“What the hell were all of you smoking in there?” the enraged man screamed into the phone. “I had a billion dollars riding on that damned war
and you were supposed to deliver me and my company a victory. What happened?” He barked at the Representative from Georgia who cowered at the
other end of the line.
“I don’t know, sir, I really don’t…”
“Don’t give me excuses!”
“I’m not, sir, really, but there was something strange on the video footage, sir…”
“What in the hell are you talking about! Something strange? Like what, the “No” vote passing from your lips like you were all having some kind
of love fest orgy? Speak up!”
“..on the recording, sir, someone who wasn’t supposed to be there, but who sat through the whole thing, on the floor of the the House, sir.”
“Who! Spit it out!”
“We don’t know, sir, but we are working on it. The strange thing is, we can’t see a face or any details, really, there’s a strange kind
of…blueish glow around them and they didn’t film right.”
“A bluish glow?”
The Congressman pulled the phone away from his ear, as if the blue streak of cursing that assaulted him through the speaker might somehow actually
bruise his brain. When the idiot had calmed down, he would try to finish. He was scared, in the way that he felt fear. He could admit it. He could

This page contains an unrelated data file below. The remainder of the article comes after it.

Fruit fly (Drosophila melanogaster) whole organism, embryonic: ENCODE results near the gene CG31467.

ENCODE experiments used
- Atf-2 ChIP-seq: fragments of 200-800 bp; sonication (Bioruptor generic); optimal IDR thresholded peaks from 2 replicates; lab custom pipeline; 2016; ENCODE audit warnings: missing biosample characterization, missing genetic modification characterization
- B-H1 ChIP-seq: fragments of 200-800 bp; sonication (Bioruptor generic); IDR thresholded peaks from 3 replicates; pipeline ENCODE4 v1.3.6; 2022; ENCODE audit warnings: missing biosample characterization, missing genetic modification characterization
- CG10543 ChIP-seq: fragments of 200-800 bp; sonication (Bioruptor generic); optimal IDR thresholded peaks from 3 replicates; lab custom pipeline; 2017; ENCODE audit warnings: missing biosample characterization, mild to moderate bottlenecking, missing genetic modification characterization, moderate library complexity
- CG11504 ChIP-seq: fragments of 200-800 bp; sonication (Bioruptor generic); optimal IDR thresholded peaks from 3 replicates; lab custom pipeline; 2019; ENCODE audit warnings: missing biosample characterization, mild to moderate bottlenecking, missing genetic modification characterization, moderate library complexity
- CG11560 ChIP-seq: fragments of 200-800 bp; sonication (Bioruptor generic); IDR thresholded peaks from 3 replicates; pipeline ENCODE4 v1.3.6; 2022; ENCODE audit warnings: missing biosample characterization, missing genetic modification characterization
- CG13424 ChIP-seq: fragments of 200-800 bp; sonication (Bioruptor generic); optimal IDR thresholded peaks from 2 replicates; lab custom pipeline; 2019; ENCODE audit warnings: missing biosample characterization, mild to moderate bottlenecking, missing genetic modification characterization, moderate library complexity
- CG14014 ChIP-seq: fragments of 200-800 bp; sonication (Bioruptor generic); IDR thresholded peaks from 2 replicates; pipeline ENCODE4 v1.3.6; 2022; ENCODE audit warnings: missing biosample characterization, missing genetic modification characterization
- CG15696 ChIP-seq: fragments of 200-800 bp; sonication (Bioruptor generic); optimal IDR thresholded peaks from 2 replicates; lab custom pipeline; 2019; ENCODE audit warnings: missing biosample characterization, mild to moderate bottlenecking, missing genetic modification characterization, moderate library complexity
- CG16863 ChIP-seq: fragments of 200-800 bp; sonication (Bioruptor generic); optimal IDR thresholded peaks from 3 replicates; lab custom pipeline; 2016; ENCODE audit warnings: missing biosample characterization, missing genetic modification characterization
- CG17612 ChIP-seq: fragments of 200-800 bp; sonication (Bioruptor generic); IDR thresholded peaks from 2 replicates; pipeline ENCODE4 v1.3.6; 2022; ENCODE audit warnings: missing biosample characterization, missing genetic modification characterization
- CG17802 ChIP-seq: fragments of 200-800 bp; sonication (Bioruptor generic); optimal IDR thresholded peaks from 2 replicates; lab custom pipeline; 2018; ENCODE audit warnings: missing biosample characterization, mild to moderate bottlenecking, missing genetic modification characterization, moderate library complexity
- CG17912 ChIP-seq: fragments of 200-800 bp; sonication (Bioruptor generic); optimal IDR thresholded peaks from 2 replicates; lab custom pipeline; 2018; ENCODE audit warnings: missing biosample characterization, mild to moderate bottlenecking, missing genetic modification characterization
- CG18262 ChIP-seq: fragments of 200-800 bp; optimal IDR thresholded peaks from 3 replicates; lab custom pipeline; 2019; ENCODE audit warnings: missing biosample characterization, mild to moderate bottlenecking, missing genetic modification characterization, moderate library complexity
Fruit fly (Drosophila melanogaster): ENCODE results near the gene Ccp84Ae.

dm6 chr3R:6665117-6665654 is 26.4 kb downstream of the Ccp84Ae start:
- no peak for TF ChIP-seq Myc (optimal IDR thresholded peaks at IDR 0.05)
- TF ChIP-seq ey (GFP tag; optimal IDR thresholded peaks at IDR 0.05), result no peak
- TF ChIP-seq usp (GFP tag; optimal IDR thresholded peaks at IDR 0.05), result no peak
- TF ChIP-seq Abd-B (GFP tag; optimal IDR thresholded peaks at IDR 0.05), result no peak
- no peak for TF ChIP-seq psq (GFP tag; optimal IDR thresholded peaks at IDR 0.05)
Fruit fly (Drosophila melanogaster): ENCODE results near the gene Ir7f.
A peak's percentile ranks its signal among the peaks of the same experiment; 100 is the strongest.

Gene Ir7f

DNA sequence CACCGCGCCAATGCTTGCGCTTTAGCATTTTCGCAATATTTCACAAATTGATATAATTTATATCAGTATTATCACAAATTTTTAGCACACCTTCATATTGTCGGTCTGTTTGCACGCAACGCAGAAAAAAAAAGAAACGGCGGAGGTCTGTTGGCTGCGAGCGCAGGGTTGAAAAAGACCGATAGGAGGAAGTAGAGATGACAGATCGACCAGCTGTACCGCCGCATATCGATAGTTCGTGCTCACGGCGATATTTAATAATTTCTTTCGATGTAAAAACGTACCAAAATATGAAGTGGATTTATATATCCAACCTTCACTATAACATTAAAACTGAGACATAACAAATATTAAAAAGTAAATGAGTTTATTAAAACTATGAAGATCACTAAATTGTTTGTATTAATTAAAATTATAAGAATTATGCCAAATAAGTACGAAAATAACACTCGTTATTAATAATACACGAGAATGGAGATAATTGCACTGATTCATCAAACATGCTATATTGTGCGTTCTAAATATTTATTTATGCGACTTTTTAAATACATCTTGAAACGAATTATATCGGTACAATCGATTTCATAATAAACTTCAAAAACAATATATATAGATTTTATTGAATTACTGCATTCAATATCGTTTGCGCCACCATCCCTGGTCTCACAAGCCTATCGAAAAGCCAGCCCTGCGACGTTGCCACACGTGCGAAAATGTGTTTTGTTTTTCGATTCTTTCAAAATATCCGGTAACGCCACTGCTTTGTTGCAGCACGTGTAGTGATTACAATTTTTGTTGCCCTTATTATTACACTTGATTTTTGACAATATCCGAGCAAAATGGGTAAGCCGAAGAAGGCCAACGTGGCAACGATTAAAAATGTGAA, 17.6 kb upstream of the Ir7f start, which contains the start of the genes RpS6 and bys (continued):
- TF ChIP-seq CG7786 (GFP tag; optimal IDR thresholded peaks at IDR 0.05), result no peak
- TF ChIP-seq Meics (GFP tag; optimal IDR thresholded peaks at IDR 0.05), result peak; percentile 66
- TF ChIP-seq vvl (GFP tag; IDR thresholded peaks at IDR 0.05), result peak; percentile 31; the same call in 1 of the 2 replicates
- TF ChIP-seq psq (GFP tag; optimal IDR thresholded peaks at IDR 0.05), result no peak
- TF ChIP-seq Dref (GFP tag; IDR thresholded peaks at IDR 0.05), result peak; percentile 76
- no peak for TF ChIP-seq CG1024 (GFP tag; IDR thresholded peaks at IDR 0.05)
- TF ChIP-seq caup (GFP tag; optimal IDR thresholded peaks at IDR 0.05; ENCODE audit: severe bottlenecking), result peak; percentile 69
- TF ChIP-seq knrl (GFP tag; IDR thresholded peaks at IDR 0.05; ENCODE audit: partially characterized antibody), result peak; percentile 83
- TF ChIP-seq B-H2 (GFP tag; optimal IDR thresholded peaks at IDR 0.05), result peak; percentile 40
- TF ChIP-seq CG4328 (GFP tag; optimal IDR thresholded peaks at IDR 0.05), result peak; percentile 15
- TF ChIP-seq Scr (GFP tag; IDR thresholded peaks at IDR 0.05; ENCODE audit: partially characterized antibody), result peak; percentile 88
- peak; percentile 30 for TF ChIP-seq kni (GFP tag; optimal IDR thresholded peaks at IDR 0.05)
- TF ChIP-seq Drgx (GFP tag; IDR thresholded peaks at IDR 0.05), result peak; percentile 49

see his next election going down the drain, and he’d know why. The arms manufacturer would not be adding to his funding and would most likely back
Yet there was something…something different in him that he couldn’t explain. He’d been overcome with a strange feeling he’d never had before
- he rarely had feelings at all, and considered them odd at best. He had a diagnosis, but no one would ever know it. Being a sociopath did not, he
knew, make people vote for you.
The feeling had lessened, whatever it was. It gave him time to think, to realize with horror what he had done. Who could possibly have infiltrated
the House, gotten past security and sat there for hours without being noticed?
As the cursing continued, he knew his next move. He’d call his contact over at the CIA, who had some darker dealings, and in turn he’d farm it
out to one of the creepier jackals. Those boys never lost a scent. He couldn’t stand to be around them, really, as they scared the crap out of
him. Evil. They exuded it, like they carried their own private Hell Mouth inside and it seeped out their skin. Even he bowed to the face of the
He shuddered visibly at the thought of engaging such creatures, but this was an emergency: kill or be killed, politically speaking. He let himself be
yelled at for a while, and then made promises he knew he’d make good on with his next phone call, before hanging up.
He had no sooner hit the button to release the call than he brought up his contact to the world of shadows.
The phone rang. It went to message after a couple seconds. With a few words, he set Hell in motion. He’d be damned if he’d let
that…person…the Infiltrator, remain invisible.
edit on 28-4-2015 by AboveBoard because: (no reason given)